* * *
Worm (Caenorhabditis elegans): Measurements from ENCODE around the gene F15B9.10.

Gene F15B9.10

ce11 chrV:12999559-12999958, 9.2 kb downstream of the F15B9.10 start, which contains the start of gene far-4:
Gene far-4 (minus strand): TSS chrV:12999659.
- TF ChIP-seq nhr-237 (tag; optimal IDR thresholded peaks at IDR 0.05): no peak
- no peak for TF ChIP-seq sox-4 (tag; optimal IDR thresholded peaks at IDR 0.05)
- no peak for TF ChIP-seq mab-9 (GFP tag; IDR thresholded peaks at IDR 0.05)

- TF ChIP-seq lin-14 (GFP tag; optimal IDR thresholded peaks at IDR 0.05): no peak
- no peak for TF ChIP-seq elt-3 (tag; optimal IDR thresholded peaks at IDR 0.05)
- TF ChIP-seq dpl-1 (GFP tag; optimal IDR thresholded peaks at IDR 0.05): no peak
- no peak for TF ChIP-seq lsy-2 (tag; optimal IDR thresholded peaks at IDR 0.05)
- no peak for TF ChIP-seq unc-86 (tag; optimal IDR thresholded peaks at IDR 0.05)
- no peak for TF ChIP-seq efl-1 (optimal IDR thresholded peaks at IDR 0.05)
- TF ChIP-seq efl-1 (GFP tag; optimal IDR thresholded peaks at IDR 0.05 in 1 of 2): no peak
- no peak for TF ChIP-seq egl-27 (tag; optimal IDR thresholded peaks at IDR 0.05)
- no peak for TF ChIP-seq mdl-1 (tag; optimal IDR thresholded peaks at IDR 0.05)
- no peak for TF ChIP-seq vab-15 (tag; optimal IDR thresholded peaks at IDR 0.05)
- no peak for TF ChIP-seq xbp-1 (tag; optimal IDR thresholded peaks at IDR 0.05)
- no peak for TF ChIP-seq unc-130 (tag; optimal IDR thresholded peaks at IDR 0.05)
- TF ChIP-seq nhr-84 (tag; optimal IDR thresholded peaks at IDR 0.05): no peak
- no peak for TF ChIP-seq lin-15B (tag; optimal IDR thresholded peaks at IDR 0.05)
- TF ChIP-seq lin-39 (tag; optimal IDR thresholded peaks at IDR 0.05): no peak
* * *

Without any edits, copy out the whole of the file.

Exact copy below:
Worm (Caenorhabditis elegans): Measurements from ENCODE around the gene F15B9.10.

Gene F15B9.10

ce11 chrV:12999559-12999958, 9.2 kb downstream of the F15B9.10 start, which contains the start of gene far-4:
Gene far-4 (minus strand): TSS chrV:12999659.
- TF ChIP-seq nhr-237 (tag; optimal IDR thresholded peaks at IDR 0.05): no peak
- no peak for TF ChIP-seq sox-4 (tag; optimal IDR thresholded peaks at IDR 0.05)
- no peak for TF ChIP-seq mab-9 (GFP tag; IDR thresholded peaks at IDR 0.05)

- TF ChIP-seq lin-14 (GFP tag; optimal IDR thresholded peaks at IDR 0.05): no peak
- no peak for TF ChIP-seq elt-3 (tag; optimal IDR thresholded peaks at IDR 0.05)
- TF ChIP-seq dpl-1 (GFP tag; optimal IDR thresholded peaks at IDR 0.05): no peak
- no peak for TF ChIP-seq lsy-2 (tag; optimal IDR thresholded peaks at IDR 0.05)
- no peak for TF ChIP-seq unc-86 (tag; optimal IDR thresholded peaks at IDR 0.05)
- no peak for TF ChIP-seq efl-1 (optimal IDR thresholded peaks at IDR 0.05)
- TF ChIP-seq efl-1 (GFP tag; optimal IDR thresholded peaks at IDR 0.05 in 1 of 2): no peak
- no peak for TF ChIP-seq egl-27 (tag; optimal IDR thresholded peaks at IDR 0.05)
- no peak for TF ChIP-seq mdl-1 (tag; optimal IDR thresholded peaks at IDR 0.05)
- no peak for TF ChIP-seq vab-15 (tag; optimal IDR thresholded peaks at IDR 0.05)
- no peak for TF ChIP-seq xbp-1 (tag; optimal IDR thresholded peaks at IDR 0.05)
- no peak for TF ChIP-seq unc-130 (tag; optimal IDR thresholded peaks at IDR 0.05)
- TF ChIP-seq nhr-84 (tag; optimal IDR thresholded peaks at IDR 0.05): no peak
- no peak for TF ChIP-seq lin-15B (tag; optimal IDR thresholded peaks at IDR 0.05)
- TF ChIP-seq lin-39 (tag; optimal IDR thresholded peaks at IDR 0.05): no peak